18 November 2010

Ch 24: "Green Butte Copper"

Legacy of the Chief,
Chapter 24: "Green Butte Copper-1924"

click on picture for
larger image: some of these images appear in the book for
this chapter.

McCarthy view 1

McCarthy, looking east 

There was not much to downtown McCarthy.   The main street was
Shushanna Avenue,  on which there were two main business
blocks.  The largest building was a deep flat-roofed
white-painted structure which housed what was once the infamous
Gustave Priesner’s drug store.   After Gustave disappeared in
the midst of a double murder investigation, it became Ben
Jackson’s store.  The large McCarthy Drugstore was the center of
town.   Flanking the double-wide building was Laurie Brothers
Fine Men’s Clothing, Kate Kennedy’s Alaska Hotel and Archie
Poulin’s Alaska Billiards Hall to the north and Roy Snyder’s
Mecca Cafe and Pool Hall to the south. 

          The next block heading south  toward McCarthy Creek
consisted of J.B. O’Niel’s General Store and Henry Olsen’s 
Golden Hotel and Saloon.  One block east of J.B. O’Niel’s sat
his competitor’s store--O.G. Watsjold’s Hardware and Grocery. 
It shared Kennicott Avenue with Ma Johnson’s Hotel and Cap
Hubrick’s Photo Studio and Gift Shop.

          The plain, large building behind Ma’s was the Arctic
Brotherhood building. It stood on one of the highest points in
town.  Uphill from that was a white framed one-room school
house.  Margaret Harrais arrived in town that year to take over
the job of school teacher.  She became the town’s staunchest
prohibitionist, but in 1924 McCarthy was still very much a
wild-west community floating in liquor, gambling and

McCarthy aerial view

showing Shushanna Avenue and Kennicott Avenue running
perpendicular to McCarthy Creek, 1939
Washburn Collection, UAF Archives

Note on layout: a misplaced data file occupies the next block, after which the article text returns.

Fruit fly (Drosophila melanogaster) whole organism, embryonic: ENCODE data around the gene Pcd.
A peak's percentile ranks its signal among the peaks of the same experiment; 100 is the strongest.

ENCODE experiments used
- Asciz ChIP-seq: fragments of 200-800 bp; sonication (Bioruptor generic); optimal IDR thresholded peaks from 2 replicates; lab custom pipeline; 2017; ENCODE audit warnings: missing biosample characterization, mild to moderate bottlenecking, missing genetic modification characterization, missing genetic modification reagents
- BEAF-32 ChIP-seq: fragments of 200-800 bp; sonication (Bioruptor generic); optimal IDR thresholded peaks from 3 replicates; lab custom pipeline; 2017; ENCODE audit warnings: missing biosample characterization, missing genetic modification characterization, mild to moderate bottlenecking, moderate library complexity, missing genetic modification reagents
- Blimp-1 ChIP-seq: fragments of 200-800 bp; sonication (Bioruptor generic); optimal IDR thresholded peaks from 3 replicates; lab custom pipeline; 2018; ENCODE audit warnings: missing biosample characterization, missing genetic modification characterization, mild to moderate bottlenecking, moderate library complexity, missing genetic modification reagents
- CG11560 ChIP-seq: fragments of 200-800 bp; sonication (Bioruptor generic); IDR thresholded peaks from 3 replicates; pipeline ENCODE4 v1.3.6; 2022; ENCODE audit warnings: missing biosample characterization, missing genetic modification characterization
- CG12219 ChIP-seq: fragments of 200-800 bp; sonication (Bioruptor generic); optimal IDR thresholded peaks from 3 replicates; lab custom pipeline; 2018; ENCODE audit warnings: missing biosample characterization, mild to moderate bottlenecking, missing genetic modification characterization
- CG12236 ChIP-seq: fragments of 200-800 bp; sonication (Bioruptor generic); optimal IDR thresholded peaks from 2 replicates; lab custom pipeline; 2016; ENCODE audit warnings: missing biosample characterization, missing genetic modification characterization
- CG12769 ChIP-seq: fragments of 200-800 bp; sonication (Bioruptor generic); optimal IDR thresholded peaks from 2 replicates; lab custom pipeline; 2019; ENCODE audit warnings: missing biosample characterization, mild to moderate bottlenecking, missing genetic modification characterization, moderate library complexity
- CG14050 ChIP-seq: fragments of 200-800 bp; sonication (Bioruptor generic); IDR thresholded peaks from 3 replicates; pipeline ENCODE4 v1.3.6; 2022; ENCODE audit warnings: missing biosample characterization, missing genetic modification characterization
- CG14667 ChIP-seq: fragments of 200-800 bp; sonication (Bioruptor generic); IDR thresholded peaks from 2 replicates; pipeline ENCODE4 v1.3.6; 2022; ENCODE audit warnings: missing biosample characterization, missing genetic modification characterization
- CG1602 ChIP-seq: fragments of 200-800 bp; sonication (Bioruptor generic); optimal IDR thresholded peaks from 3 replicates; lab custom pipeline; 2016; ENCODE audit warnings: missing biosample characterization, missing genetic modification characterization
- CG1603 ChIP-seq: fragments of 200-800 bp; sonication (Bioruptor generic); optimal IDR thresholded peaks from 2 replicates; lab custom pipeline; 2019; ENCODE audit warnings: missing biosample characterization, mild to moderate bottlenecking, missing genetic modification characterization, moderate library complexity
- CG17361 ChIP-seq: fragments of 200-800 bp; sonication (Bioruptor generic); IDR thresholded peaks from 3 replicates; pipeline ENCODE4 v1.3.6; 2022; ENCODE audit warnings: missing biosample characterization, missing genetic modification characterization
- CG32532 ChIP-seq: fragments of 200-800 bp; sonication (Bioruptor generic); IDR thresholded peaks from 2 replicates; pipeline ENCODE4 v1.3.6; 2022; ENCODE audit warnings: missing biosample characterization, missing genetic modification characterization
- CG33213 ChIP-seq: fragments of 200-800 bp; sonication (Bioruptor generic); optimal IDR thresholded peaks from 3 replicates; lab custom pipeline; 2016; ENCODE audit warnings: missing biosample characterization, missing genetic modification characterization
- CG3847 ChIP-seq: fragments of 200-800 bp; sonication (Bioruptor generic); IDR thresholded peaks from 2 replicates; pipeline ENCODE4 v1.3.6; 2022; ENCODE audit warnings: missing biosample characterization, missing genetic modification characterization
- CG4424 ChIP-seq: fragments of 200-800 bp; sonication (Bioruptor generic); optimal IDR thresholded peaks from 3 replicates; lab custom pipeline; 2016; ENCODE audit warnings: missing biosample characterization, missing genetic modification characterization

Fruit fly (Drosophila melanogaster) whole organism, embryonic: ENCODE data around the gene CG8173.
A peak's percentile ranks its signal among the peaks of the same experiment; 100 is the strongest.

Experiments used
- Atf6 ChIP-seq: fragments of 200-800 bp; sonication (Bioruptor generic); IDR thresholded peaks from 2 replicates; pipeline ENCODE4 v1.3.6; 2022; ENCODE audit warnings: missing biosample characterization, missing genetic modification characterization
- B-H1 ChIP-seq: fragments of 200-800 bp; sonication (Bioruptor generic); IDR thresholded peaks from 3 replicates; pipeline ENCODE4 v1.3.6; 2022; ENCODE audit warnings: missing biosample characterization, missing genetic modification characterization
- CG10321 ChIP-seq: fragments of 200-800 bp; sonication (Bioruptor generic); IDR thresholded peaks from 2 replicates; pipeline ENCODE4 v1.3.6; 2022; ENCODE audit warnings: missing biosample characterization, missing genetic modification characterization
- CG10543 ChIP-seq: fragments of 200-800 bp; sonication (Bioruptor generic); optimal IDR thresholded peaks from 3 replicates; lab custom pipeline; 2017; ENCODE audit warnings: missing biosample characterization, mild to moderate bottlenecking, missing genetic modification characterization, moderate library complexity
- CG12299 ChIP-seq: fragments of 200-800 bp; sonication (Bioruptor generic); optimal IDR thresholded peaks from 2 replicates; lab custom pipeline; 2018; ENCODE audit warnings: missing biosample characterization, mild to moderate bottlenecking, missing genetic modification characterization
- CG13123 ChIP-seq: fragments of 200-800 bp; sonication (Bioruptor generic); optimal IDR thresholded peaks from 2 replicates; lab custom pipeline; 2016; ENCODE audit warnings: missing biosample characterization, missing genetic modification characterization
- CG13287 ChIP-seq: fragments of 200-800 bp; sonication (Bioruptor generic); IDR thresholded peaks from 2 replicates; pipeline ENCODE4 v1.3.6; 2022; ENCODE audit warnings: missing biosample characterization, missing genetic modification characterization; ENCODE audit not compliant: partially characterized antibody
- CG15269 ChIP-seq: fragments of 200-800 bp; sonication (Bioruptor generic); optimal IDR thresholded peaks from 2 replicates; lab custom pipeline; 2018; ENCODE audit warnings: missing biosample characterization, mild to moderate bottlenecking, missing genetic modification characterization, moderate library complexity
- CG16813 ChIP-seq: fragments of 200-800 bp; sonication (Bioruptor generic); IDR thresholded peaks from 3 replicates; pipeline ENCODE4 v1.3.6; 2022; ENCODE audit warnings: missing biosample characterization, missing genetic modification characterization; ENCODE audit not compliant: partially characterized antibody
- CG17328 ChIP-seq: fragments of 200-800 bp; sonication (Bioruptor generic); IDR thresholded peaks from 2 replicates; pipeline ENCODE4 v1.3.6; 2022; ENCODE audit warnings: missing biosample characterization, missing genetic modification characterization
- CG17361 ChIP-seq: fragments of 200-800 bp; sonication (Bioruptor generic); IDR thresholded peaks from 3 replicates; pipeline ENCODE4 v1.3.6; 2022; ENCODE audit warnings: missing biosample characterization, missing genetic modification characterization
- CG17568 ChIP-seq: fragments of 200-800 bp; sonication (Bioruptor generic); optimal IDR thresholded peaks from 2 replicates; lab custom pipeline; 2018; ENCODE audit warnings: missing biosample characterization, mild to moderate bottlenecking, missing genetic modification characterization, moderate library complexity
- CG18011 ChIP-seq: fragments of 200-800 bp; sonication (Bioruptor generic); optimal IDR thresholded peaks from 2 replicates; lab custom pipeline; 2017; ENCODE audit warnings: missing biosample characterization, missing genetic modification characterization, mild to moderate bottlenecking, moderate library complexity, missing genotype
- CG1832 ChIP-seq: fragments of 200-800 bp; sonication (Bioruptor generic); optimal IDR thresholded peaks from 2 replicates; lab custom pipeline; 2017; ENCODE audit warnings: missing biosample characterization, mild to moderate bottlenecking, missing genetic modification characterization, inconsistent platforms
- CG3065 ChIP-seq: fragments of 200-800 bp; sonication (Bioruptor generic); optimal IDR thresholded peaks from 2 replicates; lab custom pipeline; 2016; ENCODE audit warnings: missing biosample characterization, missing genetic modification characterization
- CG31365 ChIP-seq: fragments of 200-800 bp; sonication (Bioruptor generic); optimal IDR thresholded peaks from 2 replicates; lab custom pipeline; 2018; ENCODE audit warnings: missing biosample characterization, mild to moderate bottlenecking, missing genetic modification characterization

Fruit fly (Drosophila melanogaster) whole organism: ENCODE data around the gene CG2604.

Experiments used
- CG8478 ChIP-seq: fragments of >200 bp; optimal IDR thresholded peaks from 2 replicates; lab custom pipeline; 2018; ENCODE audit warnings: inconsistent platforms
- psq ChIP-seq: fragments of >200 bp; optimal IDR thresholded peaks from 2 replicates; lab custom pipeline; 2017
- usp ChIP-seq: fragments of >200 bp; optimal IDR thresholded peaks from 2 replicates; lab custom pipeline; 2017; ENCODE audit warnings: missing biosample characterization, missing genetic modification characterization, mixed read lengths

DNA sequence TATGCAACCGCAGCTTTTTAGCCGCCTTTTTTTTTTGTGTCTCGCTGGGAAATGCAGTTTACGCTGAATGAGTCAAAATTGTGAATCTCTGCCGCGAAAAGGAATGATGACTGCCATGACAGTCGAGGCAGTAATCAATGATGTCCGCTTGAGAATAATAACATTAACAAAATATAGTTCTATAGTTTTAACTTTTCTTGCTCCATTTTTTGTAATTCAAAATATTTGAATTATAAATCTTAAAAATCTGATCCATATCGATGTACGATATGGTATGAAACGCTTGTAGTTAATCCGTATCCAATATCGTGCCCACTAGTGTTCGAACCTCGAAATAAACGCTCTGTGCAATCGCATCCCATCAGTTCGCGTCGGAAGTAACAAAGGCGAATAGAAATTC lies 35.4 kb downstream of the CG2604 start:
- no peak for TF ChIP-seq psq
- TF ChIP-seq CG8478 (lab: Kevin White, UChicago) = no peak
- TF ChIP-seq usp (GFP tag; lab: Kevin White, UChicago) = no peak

July 4th Race

The Golden Bar in the ghost town of McCarthy, 1955  --UAF Archives

           On the west side of Shushanna Avenue was the McCarthy
Sheet Metal Works and an assemblage of small cottages.
Anchoring  the northern end of Shushanna Avenue was the railroad
yard, featuring a warehouse noted for its diamond-shaped windows
and fancy barn-like doors.  The building sat elevated on posts
at the southern end of the rail siding.  The McCarthy Creek end
of the avenue included the commissioner’s residence and a barn.
The roof of the residence mimicked that of the barn.  The true
landmark, however, was the old Mother Lode power plant. It had
been sitting idle since 1918 and was used only for two seasons
before that. 

In some ways this silent dinosaur was a perfect symbol
of McCarthy.  It was built quickly but expertly and expensively,
then used only briefly before becoming obsolete.  When Kennecott
absorbed the  Mother Lode Copper Company, the power plant was
shut down, never to be used again.  Its highly desirable
generators sat idle at the edge of a town which badly needed the
reliable power.   Kennecott found a use for the generators in
1924, but the plant itself remained as an early indicator of
what was to become of Kennecott and McCarthy--the towns which
owed their existence and ultimate demise to the Copper River and
Northwestern Railway--and the copper itself.
Beyond the plant was the wooden bridge which crossed
the glacier-fed creek. The bridge marked the beginning of the
Nizina road which headed up the south bluff, meandering about
eight miles to the four-span  bridge crossing with a trestle
approach on the south end.  The road continued on to the Dan,
May, and Chititu Creek placer operations of the Nizina gold

Nizina District

The Nizina
Mining District, showing location of Kennecott Mines,
Green Butte, Mother Lode & Nicolai Mines.   --USGS


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